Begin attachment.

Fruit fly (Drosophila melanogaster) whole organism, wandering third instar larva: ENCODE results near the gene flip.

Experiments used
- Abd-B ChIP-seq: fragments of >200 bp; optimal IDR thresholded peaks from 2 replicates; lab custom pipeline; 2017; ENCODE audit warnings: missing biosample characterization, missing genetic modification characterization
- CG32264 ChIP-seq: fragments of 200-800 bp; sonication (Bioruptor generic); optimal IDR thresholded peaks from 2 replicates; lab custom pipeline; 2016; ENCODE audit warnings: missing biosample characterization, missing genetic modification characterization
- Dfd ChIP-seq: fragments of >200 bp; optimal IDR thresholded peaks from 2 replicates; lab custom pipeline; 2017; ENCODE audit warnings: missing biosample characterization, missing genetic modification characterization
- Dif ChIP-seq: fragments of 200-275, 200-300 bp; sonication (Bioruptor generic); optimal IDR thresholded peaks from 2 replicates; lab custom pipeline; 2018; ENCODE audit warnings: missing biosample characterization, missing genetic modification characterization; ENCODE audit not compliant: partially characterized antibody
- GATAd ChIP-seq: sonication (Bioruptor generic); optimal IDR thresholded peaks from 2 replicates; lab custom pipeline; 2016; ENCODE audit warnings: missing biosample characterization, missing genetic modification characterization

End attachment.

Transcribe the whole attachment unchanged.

Fruit fly (Drosophila melanogaster) whole organism, wandering third instar larva: ENCODE results near the gene flip.

Experiments used
- Abd-B ChIP-seq: fragments of >200 bp; optimal IDR thresholded peaks from 2 replicates; lab custom pipeline; 2017; ENCODE audit warnings: missing biosample characterization, missing genetic modification characterization
- CG32264 ChIP-seq: fragments of 200-800 bp; sonication (Bioruptor generic); optimal IDR thresholded peaks from 2 replicates; lab custom pipeline; 2016; ENCODE audit warnings: missing biosample characterization, missing genetic modification characterization
- Dfd ChIP-seq: fragments of >200 bp; optimal IDR thresholded peaks from 2 replicates; lab custom pipeline; 2017; ENCODE audit warnings: missing biosample characterization, missing genetic modification characterization
- Dif ChIP-seq: fragments of 200-275, 200-300 bp; sonication (Bioruptor generic); optimal IDR thresholded peaks from 2 replicates; lab custom pipeline; 2018; ENCODE audit warnings: missing biosample characterization, missing genetic modification characterization; ENCODE audit not compliant: partially characterized antibody
- GATAd ChIP-seq: sonication (Bioruptor generic); optimal IDR thresholded peaks from 2 replicates; lab custom pipeline; 2016; ENCODE audit warnings: missing biosample characterization, missing genetic modification characterization